So, with a good 1200km+ on it now, how is the Baum fairing? It’s still my dream bike, that’s for damn certain.
Where to start though – there’s so much to say…
There was some extensive, pain-staking (both for me and my Twitter followers who often got fed up of my deliberations) and involving thought processes behind some (most) of the components chosen for the bike with the only ‘done deals’ early on being Di2 and EE Cycleworks brakes. As I’ve said before, pound for pound the Vertebr.ae brake cables were possibly the most expensive and outrageous of those – can I tell the difference and were they worth it? Frankly, not really (you’d notice them more as gear cables I think). But I do really like them and the colour has certainly been a talking point! Those EE brakes have proven to be the perfect choice though, they’re fantastic.
Were the Lightweights worth the expense and the effort of the custom colour? Without a doubt, yes. For this bike at least. I did have ‘a moment’ after a weekend away with the bike in the back of the car where the expensive-sounding carbon noises of the bike jiggling about behind me got me scared and I wanted to sell them for fear of damaging them. I got over that thanks to the help of friends calling me an idiot and after reading something that rang very true with me: “life’s too short to not ride your best wheels”. Amen. I switched them to run my Mavic SLRs for an Italian Gran Fondo on the basis that I thought the braking would be better, but riding the Lightweights the following weekend in the Alps made me realise there was no need to have done that. Again, it’s difficult to justify their expense but for this bike they truly were the right decision.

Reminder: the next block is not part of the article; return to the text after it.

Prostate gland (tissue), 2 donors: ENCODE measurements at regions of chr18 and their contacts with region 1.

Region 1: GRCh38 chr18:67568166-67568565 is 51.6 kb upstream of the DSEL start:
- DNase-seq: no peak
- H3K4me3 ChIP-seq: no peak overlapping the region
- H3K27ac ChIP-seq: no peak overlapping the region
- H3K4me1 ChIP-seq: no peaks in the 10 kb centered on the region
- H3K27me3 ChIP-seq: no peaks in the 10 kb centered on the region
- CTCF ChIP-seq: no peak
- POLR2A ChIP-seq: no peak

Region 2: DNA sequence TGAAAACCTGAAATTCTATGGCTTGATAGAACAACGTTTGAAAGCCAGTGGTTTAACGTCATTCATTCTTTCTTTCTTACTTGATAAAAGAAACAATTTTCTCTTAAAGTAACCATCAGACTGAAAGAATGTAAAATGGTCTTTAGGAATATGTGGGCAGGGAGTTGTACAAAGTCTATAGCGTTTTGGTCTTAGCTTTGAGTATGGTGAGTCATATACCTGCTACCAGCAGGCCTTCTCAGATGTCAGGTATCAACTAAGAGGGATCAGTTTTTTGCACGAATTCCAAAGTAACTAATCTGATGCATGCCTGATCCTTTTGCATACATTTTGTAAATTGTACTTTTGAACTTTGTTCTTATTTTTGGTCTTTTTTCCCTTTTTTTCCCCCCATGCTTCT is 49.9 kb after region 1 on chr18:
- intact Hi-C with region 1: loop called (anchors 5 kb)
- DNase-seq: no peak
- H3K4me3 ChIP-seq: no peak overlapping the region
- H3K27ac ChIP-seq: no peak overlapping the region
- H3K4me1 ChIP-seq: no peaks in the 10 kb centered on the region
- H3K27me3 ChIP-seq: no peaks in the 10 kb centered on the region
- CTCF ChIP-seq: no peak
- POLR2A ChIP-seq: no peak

And the Di2? Incredible. I just love it. It really is the future and I truly believe SRAM are missing a trick if they don’t launch an electronic groupset (but I still refuse to believe they won’t). It’s worth noting that it can be fussy though – after adjusting it to ensure correct indexing following switching to the Mavic SLRs I decided not to bother on the switch back, thinking it’d be ok. It was, mostly. But it did need a re-adjustment to make it perfect. You need to be careful with mounting the front derailleur too, particularly in setting the support bolt correctly. Compared to a traditional cable setup it’s nothing though, and once adjusted that’s that. The satellite shift button is a stroke of genius too.